Steeping teabags in the teapot just like grandpa did. (Stock image)

Steeping teabags in the teapot just like grandpa did. (Stock image)

The way we enjoy tea has changed over the generations. Many of us no longer make tea like our grandparents did. We’ve learned about the variety of teas out there and the variety of infusing methods. But sometimes looking back and giving those old, reliable methods a go can be good, too.

How Our Grandparents Made Tea

Grandparents alive today were most likely alive when the teabag first came into popular use (around 1944, just before the start of World War II). The most popular story of how teabags came about is that a tea vendor mailed out sample bags (made of silk) of its tea to prospective customers. They, in turn, dunked silk bag and all in hot water to steep the tea. It proved so handy and time-saving that soon most tea drunk in this country (and in some European countries) was bagged, not loose. Our grandparents would put several bags in their teapots and steep up the tea, then pull out and discard the bags. Sometimes, if they were in a hurry and not having guests over, they would just dunk that teabag into their mug of hot water until it was dark enough. Many still use teabags these days, although some of us (yours truly included) have foregone the teabag in favor of loose leaf teas. You could say that most folks stick with making tea like their grandparents made.

Other Grandpas of Tea

  • A store in Texas called “Grampa’s Tea” where their teas are micro-blended (that is, hand-blended in small batches) and have real dried fruit pieces, flowers, and herbs in some of them for extra flavor and fragrance.
  • A tea vendor with a tea called “Great Grandfather’s Tea.” It is from a single tea estate (Diyagama Estate in the Dimbula region of Sri Lanka) that has been growing and producing fine tea for over 120 years (thus the tea’s name). It is a BOP (Broken Orange Pekoe) black tea with a bold flavor that can stand up to milk or is even pleasant on its own. That flavor comes from the elevation (3,500 to 5,500 feet above sea level) and the monsoon rains plus cold, dry weather.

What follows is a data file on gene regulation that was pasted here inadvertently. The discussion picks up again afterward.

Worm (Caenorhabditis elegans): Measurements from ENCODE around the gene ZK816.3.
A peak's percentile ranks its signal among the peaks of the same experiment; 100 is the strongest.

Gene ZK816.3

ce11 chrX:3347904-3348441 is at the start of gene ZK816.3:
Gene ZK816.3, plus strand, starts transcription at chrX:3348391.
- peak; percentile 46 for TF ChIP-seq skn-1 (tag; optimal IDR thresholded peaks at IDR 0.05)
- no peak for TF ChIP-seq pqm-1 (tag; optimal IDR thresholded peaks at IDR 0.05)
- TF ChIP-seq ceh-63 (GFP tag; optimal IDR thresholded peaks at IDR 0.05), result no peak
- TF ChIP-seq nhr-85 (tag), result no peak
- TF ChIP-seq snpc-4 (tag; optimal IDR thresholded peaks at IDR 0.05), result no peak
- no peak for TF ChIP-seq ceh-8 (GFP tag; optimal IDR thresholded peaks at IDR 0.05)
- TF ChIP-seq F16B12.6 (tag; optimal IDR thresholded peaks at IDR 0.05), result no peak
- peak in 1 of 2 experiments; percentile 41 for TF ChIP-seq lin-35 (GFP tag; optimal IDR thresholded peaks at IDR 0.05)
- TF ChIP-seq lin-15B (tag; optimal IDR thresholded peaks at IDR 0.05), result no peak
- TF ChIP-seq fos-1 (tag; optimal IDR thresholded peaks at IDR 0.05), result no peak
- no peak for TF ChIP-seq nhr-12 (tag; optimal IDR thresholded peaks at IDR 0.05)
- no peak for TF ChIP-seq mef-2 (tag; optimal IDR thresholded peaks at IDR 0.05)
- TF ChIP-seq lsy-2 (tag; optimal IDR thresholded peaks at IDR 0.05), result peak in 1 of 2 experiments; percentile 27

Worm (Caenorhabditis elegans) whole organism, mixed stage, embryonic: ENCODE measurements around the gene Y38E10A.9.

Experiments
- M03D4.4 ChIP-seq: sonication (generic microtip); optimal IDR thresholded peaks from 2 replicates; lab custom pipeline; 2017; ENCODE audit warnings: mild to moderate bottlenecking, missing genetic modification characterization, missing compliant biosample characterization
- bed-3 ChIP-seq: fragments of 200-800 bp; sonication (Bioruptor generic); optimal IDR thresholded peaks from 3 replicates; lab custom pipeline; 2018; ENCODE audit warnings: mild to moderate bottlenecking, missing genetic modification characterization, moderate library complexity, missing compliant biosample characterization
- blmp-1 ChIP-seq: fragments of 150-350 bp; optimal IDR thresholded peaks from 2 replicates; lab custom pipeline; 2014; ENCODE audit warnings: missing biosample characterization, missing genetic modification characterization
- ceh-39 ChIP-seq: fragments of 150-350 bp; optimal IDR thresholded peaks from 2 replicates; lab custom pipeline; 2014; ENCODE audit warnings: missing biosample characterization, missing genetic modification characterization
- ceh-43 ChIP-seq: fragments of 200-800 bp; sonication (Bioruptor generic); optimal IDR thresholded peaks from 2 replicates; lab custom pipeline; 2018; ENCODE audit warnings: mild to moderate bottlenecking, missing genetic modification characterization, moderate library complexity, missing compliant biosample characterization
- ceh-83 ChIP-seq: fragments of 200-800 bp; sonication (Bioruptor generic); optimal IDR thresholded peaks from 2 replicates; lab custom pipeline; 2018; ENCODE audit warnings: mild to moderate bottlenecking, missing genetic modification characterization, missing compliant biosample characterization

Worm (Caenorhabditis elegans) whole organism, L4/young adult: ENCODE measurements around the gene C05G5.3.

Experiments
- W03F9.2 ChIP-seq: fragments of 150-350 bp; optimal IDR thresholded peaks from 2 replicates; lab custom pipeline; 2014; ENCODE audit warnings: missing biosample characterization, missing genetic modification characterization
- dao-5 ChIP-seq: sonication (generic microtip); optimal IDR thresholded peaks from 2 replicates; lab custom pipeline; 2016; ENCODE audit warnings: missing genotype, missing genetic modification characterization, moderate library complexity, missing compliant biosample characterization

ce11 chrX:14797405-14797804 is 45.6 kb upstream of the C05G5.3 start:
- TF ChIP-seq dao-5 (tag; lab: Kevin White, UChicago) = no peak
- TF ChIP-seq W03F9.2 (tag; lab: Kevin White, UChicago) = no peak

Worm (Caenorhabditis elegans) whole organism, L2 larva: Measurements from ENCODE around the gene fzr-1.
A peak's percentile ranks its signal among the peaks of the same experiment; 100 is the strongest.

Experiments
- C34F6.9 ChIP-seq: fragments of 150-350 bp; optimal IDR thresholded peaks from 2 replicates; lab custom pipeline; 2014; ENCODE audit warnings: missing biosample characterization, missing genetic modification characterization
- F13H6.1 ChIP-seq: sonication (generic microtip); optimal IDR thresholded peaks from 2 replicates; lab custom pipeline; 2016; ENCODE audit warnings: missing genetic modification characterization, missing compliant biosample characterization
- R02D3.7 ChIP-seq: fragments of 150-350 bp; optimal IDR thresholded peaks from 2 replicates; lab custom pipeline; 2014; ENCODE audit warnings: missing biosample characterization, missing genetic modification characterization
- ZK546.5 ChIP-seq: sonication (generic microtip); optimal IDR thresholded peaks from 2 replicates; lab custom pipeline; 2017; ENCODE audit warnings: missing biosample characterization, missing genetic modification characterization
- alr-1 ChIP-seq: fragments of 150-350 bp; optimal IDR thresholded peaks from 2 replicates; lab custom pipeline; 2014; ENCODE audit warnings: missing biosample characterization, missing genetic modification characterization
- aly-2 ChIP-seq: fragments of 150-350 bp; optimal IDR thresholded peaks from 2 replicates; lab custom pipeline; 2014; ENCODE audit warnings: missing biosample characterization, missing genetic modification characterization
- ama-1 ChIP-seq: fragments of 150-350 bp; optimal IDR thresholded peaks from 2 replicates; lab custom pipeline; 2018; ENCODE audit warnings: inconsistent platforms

• Numerous books and images of grandchildren having a “grandpa’s tea” with Grandpa. Again, tapping into those positive vibes the term generates in many of us.

The Meaningless Term “Grandpa Style Tea”

The term “grandpa style” was made up by a tea blogger and seems to have no real relation to how our grandparents (at least those here in the U.S.) had tea. Some think it refers to a style of infusing tea away from home where you toss some loose leaves into a clear glass and add hot water, or you can even do this using cold water (the infamous cold-brewing), and then there are those steeping glasses that have the filter on the lid. But in reality, it is just a meaningless term. The style of tea infusion the blogger described has no real term associated with it. The blogger is merely hijacking a word (“grandpa”) that evokes positive associations in many of us.

See more of A.C. Cargill’s articles here.

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